“Guess who’s perpetuating all these kinds of actions? It’s the men in this country,” Hirono continued. “Just shut up and step up. Do the right thing.” The antagonistic generalization of an entire demographic group designed to exacerbate a sense of grievance among members of another demographic group is condemnable when it’s Trump doing the generalizing and exacerbating. In Hirono’s case, it occasioned a glamorous profile piece in the Washington Post.
Hirono was feted for achieving “hero” status on the left and for channeling “the anger of the party’s base.” Her style was described as “blunt” amid an exploration of her political maturation and background as the U.S. Senate’s only immigrant. “I’ve been fighting these fights for a—I was going to say f-ing long time,” Hirono told the Post. The senator added that, despite a lack of evidence or testimony from the accuser, she believes Blasey Ford’s account of the assault over Kavanaugh’s denials and previewed her intention to “make more attention-grabbing comments” soon. Presumably, those remarks will be more “attention-grabbing” than even rank misandry.
This is a perfect encapsulation of the appeal of the fighter. It isn’t what the fight achieves but the reaction it inspires that has the most allure. But those who confuse being provocative with being effective risk falling into a trap. Trump’s defenders did not mourn the standards of decency through which Trump punched a massive hole, but the alt-right and their noxious fellow travelers also came out of that breach. The left, too, has its share of violent, aggressively mendacious, and anti-intellectual elements. They’ve already taken advantage of reduced barriers to entry into legitimate national politics. Lowering them further only benefits charlatans, hucksters, and the maladjusted.
What’s more, the “fire in the belly,” as Hillary Clinton’s former press secretary Brian Fallon euphemistically describes Hirono’s chauvinistic agitation, is frequently counterproductive. Her comments channel the liberal id, but they don’t make Republicans more willing to compromise. What Donald Trump’s supporters call “telling it like it is” is often just being a jerk. No other Republican but Trump would have callously called into question Blasey Ford’s accounting of events, for example. Indeed, even the most reckless of Republicans have avoided questioning Blasey Ford’s recollection, but not Trump. He just says what’s in his gut, but his gut has made the Republican mission of confirming Kavanaugh to the Court before the start of its new term on October 1 that much more difficult. The number of times that Trump’s loose talk prevented Republicans from advancing the ball should give pause to those who believe power is the only factor that matters.
It’s unlikely that these appeals will reach those for whom provocation for provocation’s sake is a virtue. “But he fights” is not an argument. It’s a sentiment. Hirono’s bluster might not advance Democratic prospects, but it makes Brian Fallon feel like Democrats share his anxieties. And, for some, that’s all that matters. That tells you a lot about where the Democratic Party is today, and where the country will be in 2020.
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A lesson from Finland.
High-ranking politicians are entitled to freedom of speech and conscience. That shouldn’t be a controversial statement, but it often is, especially in European countries where the range of acceptable views is narrow–and narrowing. Just ask Finnish Foreign Minister Timo Soini, who spent the summer fighting off an investigation into his participation at an anti-abortion vigil in Canada. On Friday, Soini survived a no-confidence vote in Parliament over the issue.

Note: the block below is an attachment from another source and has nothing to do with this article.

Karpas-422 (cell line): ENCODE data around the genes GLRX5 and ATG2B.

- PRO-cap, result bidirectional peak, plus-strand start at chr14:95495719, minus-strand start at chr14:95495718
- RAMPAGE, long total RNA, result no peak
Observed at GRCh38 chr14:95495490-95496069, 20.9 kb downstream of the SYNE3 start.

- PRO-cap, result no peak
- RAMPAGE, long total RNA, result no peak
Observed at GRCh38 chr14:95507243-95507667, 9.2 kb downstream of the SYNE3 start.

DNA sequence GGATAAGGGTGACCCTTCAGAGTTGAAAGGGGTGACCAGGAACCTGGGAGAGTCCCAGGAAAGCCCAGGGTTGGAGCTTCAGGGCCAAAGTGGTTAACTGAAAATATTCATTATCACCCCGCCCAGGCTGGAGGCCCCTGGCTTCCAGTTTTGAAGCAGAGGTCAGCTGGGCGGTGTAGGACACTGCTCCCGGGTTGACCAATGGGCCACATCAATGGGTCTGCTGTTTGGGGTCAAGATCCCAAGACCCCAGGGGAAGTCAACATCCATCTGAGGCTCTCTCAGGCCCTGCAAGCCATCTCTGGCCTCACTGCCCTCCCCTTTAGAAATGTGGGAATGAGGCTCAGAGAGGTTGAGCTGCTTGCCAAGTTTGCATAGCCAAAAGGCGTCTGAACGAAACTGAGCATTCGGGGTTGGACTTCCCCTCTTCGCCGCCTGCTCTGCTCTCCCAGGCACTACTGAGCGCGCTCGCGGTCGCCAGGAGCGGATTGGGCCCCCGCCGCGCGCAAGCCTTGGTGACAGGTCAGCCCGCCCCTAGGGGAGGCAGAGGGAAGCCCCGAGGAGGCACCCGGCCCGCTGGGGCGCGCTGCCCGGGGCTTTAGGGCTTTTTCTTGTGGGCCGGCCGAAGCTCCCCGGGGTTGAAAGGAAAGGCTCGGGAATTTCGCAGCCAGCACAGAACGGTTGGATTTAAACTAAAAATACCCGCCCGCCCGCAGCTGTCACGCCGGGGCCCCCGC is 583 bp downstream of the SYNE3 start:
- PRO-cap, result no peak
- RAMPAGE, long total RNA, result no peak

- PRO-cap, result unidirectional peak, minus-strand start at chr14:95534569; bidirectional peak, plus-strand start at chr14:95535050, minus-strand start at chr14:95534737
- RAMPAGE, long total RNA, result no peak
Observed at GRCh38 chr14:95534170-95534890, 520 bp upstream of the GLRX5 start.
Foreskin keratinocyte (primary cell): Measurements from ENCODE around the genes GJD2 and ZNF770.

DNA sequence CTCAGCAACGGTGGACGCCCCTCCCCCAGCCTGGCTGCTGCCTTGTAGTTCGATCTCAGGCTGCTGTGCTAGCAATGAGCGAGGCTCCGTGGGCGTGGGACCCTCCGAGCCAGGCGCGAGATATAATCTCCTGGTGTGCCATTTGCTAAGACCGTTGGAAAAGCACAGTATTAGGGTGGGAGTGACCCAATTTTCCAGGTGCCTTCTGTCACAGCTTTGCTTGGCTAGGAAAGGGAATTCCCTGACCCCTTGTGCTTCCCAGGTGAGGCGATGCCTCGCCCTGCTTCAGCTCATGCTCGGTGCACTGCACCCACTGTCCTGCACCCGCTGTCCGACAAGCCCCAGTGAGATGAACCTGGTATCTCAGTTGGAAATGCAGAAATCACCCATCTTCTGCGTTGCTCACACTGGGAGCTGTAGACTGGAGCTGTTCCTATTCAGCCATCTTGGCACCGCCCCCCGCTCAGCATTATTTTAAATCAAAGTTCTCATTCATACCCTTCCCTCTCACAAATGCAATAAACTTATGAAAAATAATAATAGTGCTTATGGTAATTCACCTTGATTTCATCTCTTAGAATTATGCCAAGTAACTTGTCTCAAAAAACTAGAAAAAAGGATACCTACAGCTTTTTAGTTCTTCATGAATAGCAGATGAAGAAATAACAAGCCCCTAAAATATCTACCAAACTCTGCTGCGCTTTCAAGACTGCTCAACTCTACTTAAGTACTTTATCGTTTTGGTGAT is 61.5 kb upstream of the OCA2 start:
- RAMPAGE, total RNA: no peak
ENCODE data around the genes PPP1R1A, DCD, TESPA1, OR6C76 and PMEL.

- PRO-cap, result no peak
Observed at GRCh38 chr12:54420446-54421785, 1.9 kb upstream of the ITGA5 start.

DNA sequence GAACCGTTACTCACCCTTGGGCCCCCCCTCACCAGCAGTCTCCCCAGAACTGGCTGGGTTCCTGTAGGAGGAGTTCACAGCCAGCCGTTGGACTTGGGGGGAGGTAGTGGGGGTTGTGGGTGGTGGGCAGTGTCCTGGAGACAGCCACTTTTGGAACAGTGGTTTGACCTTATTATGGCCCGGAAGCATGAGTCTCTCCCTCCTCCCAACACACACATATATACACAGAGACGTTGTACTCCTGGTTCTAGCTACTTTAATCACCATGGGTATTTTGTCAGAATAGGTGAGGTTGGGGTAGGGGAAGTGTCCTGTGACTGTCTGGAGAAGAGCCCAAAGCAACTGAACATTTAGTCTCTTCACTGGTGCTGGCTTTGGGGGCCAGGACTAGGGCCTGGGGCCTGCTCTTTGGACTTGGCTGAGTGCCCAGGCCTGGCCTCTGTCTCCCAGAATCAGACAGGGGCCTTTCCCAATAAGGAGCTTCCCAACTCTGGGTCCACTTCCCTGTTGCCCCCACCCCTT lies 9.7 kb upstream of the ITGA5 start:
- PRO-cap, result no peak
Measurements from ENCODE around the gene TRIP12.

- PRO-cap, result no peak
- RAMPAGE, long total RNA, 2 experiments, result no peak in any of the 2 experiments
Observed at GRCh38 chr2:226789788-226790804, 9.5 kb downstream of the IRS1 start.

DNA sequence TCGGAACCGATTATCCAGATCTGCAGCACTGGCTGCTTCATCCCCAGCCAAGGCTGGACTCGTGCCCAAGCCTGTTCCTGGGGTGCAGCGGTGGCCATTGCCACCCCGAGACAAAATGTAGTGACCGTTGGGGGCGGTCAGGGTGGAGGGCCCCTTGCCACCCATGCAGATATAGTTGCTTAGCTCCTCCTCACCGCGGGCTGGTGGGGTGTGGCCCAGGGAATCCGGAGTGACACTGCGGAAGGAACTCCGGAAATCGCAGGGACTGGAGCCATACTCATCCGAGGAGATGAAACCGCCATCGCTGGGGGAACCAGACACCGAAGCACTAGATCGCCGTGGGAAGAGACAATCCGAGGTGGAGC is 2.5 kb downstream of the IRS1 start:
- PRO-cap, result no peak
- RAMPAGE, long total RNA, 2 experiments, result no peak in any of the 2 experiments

“In general, I’m worried that Christianity is being squeezed,” he told me in a phone interview Friday, hours after his colleagues voted 100 to 60 to allow him to keep his post. “There is a tendency to squeeze Christianity out of the public square.”
Soini had long been associated with the anti-immigration, Euroskeptic Finns Party, though last year he defected and formed a new conservative group, known as Blue Reform. Before coming to power, Soini could sometimes be heard railing against “market liberals” and “NATO hawks.” But when I interviewed him in Helsinki in 2015, soon after he was appointed foreign minister, he told me his country wouldn’t hesitate to join NATO if Russian aggression continued to escalate. He’s also a vociferous supporter of Israel.
Through all the shifts of ideology and fortune, one point has remained fixed in his worldview: Soini is a devout Catholic, having converted from Lutheranism as a young man in the 1980s, and he firmly believes in the dignity of human life from conception to natural death. “I have been in politics for many years,” he said. “Everyone knows my pro-life stance.” The trouble is that “many people want me to have my views only in private.”
Hence his ordeal of the past few months. It all began in May when Soini was in Ottawa for a meeting of the Arctic Council, of which Finland is a member. At the church he attended for Mass, he spotted a flyer for an anti-abortion vigil, to be held the following evening. He attended the vigil as a private citizen: “I wasn’t performing as a minister but in my personal capacity. This happened in my spare time.”
A colleague posted a photo of the event on his private Twitter page, however, which is how local media in Finland got wind of his presence at the rally. The complaints soon poured into the office of the chancellor of justice, who supervises the legal conduct of government ministers. A four-month investigation followed. Soini didn’t break any laws, the chancellor concluded, but he should have been more circumspect when abroad, even in his spare time.
Soini wasn’t entirely oblivious to the fact that he was treading on sensitive ground. A top diplomat can never quite operate like a private citizen, much as a private citizen can’t act like a diplomat (someone tell John Kerry). Still, does anyone imagine that Soini would land in such hot water if he had attended a vigil for action on climate change? Or one in favor of abortion rights?